A great protector from the stresses of the world is a stable, safe, secure home that serves as a refuge. But, in our society today, we see the home in shambles and deteriorating rapidly. With the pressures of a weak economy, unemployment, the controversy over what marriage is, the threat of terrorism, the inroad Islam is making, the succumbing to gay-rights activists, a government that is becoming bigger and bigger and transforming our nation into a socialistic state, it’s no wonder “we the people” are experiencing distress and millions are suffering psychological, emotional, physical and spiritual problems as a result.
     God equipped us with a highly sophisticated defense system designed to help us cope with events in our lives that threaten and challenge us. When the state of alarm or emergency is triggered our various physiological systems are bathed in adrenalin, which produces a heightened state of alert: the heart beats faster, digestion is speeded up, and a host of hormones is released into the blood stream to prepare us for dealing with the emergency in a “fight or flight” response, to either attack what is threatening us or to run away from it. This alarm system is triggered by stress and its purpose is to alert us to a threat so we can be better equipped to deal with it. But, if we live such that we are under constant stress, or in a constant state of emergency, we begin to experience the damaging consequences of stress overload. It’s like keeping an elastic band constantly stretched without letting it move frequently to a relaxed position. Soon it begins to lose its elastic properties and will eventually snap. Similarly, if our bodies are repeatedly alarmed or held in a constant state of stress, they soon begin to show damaging consequences–stress disorders–physical, psychological and spiritual. The immune system is affected, sapping the body’s ability to fight off diseases.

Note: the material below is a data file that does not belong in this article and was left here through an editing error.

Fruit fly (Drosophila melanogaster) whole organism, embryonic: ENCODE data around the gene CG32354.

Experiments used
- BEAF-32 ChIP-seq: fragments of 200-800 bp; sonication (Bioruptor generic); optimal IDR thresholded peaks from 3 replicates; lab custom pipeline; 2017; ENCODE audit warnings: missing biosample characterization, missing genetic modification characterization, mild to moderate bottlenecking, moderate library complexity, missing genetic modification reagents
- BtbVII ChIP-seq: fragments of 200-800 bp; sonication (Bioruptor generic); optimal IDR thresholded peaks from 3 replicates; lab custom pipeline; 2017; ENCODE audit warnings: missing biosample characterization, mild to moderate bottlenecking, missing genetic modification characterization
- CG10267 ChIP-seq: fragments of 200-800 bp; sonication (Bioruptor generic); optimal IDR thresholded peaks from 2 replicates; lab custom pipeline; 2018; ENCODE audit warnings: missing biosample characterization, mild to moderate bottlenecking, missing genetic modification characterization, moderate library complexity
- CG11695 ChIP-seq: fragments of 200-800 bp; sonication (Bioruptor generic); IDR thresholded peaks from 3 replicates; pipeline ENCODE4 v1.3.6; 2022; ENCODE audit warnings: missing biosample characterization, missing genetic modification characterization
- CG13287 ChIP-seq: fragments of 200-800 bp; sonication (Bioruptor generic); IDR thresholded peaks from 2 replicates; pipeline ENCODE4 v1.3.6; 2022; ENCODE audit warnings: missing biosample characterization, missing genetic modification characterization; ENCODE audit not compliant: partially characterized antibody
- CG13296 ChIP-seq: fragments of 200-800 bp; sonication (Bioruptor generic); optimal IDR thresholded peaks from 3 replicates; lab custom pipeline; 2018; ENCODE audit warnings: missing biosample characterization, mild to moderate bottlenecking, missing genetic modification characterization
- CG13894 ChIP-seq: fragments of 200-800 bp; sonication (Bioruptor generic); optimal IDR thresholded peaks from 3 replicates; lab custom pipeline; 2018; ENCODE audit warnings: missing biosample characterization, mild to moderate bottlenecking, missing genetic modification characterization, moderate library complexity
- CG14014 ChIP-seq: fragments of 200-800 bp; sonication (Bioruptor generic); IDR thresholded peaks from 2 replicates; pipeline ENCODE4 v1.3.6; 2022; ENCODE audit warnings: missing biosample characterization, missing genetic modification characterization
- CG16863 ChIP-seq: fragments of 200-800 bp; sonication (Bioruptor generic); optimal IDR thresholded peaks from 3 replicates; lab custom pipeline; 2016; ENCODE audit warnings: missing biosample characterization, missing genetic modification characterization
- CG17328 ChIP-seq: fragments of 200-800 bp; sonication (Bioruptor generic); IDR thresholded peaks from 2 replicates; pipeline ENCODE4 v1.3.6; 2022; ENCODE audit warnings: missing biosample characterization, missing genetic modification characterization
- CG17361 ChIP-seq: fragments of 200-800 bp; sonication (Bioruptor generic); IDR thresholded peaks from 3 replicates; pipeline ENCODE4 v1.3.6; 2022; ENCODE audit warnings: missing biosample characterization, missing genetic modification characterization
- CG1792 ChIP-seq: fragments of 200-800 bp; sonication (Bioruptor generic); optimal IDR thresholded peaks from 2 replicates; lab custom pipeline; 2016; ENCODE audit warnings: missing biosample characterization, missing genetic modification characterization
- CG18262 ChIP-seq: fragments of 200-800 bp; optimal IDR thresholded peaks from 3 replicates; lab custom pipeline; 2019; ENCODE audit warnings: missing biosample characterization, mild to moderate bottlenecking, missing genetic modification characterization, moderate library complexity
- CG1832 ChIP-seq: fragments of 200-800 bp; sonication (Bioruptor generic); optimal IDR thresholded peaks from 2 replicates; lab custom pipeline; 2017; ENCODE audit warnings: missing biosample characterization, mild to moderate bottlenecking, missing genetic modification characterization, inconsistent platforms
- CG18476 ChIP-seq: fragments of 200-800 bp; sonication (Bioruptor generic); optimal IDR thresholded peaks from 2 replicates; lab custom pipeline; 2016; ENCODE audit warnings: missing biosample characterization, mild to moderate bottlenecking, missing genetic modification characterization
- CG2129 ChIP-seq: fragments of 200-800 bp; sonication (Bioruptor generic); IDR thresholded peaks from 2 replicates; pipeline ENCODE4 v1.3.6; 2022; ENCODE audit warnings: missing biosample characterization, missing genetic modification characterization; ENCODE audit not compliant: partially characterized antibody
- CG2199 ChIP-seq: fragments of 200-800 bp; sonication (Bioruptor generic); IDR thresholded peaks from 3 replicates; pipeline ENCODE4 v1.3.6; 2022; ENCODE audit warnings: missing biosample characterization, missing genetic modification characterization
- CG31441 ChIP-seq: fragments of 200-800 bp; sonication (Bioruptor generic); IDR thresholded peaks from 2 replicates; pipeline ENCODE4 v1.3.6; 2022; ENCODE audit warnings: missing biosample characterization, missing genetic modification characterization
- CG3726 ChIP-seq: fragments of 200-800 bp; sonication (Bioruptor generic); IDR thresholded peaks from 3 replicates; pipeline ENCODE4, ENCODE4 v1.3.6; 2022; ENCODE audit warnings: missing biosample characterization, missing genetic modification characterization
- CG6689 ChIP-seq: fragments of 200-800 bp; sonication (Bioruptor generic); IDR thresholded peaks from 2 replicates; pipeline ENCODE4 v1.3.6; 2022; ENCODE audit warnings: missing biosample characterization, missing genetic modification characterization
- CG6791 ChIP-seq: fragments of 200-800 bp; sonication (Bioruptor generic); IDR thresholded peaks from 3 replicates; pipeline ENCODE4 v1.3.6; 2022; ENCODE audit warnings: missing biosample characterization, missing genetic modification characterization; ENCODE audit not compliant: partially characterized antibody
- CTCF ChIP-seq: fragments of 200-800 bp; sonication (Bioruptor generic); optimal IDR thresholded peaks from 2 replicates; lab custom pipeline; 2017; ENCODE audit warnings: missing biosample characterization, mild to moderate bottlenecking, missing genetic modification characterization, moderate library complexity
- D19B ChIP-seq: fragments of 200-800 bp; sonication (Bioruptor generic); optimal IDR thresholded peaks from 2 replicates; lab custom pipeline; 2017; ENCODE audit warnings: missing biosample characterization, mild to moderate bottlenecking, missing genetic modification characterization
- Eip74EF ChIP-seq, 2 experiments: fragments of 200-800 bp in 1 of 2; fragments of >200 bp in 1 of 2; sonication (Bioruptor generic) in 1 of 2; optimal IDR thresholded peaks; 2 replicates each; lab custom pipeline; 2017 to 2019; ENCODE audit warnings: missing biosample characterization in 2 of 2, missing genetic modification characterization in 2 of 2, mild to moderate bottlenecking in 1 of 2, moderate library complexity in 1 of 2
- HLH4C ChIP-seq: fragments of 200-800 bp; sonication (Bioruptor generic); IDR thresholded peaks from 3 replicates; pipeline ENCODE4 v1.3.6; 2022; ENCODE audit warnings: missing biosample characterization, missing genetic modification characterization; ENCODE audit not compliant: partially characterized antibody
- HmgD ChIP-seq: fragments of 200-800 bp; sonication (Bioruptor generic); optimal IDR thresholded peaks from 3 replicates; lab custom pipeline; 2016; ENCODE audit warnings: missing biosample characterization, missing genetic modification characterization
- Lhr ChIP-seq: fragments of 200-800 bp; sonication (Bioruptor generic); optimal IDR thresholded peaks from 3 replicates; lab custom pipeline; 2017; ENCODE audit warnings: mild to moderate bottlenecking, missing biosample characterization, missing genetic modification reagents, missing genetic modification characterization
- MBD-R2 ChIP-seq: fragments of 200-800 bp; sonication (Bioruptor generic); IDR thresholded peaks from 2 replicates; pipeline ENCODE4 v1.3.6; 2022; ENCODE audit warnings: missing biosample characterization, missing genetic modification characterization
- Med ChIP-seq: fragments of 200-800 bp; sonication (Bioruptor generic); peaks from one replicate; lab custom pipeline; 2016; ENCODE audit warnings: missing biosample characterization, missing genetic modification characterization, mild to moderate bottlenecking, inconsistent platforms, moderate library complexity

The solution the world offers: music, sex, drugs, alcohol, counseling, yoga, hot tubs, pets, divorce, religious exercise, hypnosis, massage, cookies and milk!  But only one prescription is fully guaranteed, and it is offered by the One who made us. He offers a three-part prescription:   
    1)  “Cast all your care (anxiety) upon Him, because He cares for you” (I Pet. 5:7 cf Phil. 4:6,7; Ps. 55:22; 18:6; 61:1,2).
     2)  Fill your mind with good things: “Whatever is true…noble…right…pure…lovely…of good repute…excellent or praise-worthy, think (let your mind dwell) on these things” (Phil. 4:8 cf Pr. 4:20-27).
     3)  Rest in God’s Mighty Arms: “When I am afraid (or stressed), I will put my trust in Thee. In God, whose word I praise, in God I have put my trust; I shall not be afraid. What can mere man do to me?” (Psa. 56:3,4 cf 27:1-3)
     Here are some additional practical stress reducers:
    1)  Sing a favorite hymn or chorus (Eph. 5:19)
    2) Slow Down!  “Be still before the LORD and wait patiently for Him” (Psa. 37:7)
    3) “Don’t let the world squeeze you into its mold” (Ro. 12:2 LB).
    4) Have a Daily  Quiet Time
    5) Laugh a Lot (cf Pr. 17:22)
    6) Simplify your life (Mt. 6:33)
And remember, what is the word “stressed” in reversed order?…   “Desserts!”
                                                                                                     Forever His,
                                                                                                                   Pastor Dave

About Pastor Dave

Until my retirement 2 years ago, I pastored an independent Bible church in Northwest Montana for nearly 38 years. During that time I also helped establish a Christian school, and a Bible Camp. I am married and have children and grandchildren. The Wisdom of the Week devotional is an outgrowth of my desire to share what God is doing in my life and in our world, and to challenge you to be a part.